The brief facts are that the applicant is a resident of Mutare. On 2 September 2014 the applicant applied to be allocated the above land. The respondents advised him that such land was set aside for the Zimbabwe Republic Police who intended to construct their police station thereon. Sometime in December 2014 after obtaining information that the land was no longer reserved for ZRP, the applicant again applied for the above piece of land. The respondents advised the applicant on 19 February 2015 that the land was ‘an open space not subject to sale’. The applicant now has information that the respondents went ahead and sold the above land to certain individuals. The applicant believes that since he had applied for that particular land he had a right to participate in the sale process of such land. Such right has been violated by the respondents. The applicant suspects that the respondents failed to follow its own procedures as set out in the Urban Councils Act [Chapter 29:15] in alienating the land. In order to ascertain whether procedures were followed the applicant has requested access to documents kept by the respondents. The applicant requires such information to enable him to assert his rights. The respondents have refused to avail such information to the applicant leading to this application.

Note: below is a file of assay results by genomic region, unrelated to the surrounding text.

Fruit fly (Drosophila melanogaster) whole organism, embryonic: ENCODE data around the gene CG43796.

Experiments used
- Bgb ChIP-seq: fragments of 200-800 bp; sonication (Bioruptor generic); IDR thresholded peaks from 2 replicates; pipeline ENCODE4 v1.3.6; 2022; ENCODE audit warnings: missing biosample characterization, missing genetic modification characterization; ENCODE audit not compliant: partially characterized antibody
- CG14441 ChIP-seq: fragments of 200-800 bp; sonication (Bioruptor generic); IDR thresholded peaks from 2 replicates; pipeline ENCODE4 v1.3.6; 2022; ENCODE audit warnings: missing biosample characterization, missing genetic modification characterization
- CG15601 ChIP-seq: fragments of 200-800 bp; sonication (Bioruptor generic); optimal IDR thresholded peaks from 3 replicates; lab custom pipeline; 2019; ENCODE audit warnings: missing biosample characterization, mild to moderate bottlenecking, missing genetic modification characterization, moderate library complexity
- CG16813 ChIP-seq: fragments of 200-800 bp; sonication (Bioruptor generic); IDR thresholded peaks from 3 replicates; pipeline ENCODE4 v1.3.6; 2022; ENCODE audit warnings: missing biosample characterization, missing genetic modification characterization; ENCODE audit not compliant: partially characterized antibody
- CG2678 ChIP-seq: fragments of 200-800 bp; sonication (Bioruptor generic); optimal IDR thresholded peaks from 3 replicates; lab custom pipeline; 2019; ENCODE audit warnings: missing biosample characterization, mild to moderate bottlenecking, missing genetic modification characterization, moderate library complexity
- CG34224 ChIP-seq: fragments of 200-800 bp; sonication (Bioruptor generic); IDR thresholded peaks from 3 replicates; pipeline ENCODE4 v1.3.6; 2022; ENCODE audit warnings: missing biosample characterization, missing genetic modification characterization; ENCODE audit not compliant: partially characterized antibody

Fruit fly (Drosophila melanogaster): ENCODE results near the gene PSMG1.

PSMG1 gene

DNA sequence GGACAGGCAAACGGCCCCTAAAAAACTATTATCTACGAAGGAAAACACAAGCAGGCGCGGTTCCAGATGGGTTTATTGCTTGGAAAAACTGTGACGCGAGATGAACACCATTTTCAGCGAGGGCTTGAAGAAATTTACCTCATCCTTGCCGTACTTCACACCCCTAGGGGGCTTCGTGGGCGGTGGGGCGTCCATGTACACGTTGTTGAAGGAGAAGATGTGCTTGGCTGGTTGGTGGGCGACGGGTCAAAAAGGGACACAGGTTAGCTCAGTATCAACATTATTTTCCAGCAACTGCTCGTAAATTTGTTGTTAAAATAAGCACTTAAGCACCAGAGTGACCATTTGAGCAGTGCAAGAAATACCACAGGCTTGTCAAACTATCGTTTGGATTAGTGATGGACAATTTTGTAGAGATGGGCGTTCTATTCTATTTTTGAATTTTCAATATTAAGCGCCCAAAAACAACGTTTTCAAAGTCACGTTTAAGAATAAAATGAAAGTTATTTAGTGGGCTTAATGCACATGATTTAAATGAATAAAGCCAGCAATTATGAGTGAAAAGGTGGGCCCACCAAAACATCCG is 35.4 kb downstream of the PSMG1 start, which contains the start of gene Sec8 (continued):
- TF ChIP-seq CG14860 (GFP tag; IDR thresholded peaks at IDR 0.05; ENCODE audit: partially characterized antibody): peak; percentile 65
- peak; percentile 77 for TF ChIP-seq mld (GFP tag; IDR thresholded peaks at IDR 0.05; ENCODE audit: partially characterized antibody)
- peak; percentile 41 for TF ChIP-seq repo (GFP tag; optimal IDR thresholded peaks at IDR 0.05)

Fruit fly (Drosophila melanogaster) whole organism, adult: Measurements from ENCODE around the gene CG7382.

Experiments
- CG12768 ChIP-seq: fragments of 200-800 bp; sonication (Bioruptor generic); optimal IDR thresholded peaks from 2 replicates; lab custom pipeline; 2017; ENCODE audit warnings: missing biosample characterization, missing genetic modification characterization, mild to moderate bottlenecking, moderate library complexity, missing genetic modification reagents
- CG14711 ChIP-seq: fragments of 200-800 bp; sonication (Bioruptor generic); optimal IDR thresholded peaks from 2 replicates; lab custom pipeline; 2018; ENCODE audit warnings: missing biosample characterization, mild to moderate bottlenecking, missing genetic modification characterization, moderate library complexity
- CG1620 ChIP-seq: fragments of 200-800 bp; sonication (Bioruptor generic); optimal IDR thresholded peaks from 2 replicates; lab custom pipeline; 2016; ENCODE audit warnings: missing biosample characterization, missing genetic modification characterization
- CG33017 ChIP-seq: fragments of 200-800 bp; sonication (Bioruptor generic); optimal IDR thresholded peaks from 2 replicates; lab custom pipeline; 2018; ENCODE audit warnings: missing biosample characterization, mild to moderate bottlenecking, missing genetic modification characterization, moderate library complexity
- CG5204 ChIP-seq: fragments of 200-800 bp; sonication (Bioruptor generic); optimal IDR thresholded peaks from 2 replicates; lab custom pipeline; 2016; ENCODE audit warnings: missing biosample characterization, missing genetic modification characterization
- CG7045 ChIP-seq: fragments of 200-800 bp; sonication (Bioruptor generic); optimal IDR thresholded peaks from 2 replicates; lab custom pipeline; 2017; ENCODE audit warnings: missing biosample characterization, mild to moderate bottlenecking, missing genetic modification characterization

At the hearing of this matter the applicant conceded that he could not be allowed access to information involving third parties without such third parties having being joined to the application. He then amended his order to exclude such information. That disposed of the first point in limine raised by the respondents.
The respondents submitted that this court should decline its jurisdiction to hear the application on the basis that the applicant has failed to exhaust domestic remedies as provided for under part X of the Access to Information and Protection of Privacy Act. It is common cause the applicant requested records from the respondents in terms of s 5 (1) of AIPPA as read with s 62 (2) of the Constitution. Such request was ignored and in terms of the AIPPA, the end result is that the respondents refused to provide the information as requested. Section 54 (1) of AIPPA provides: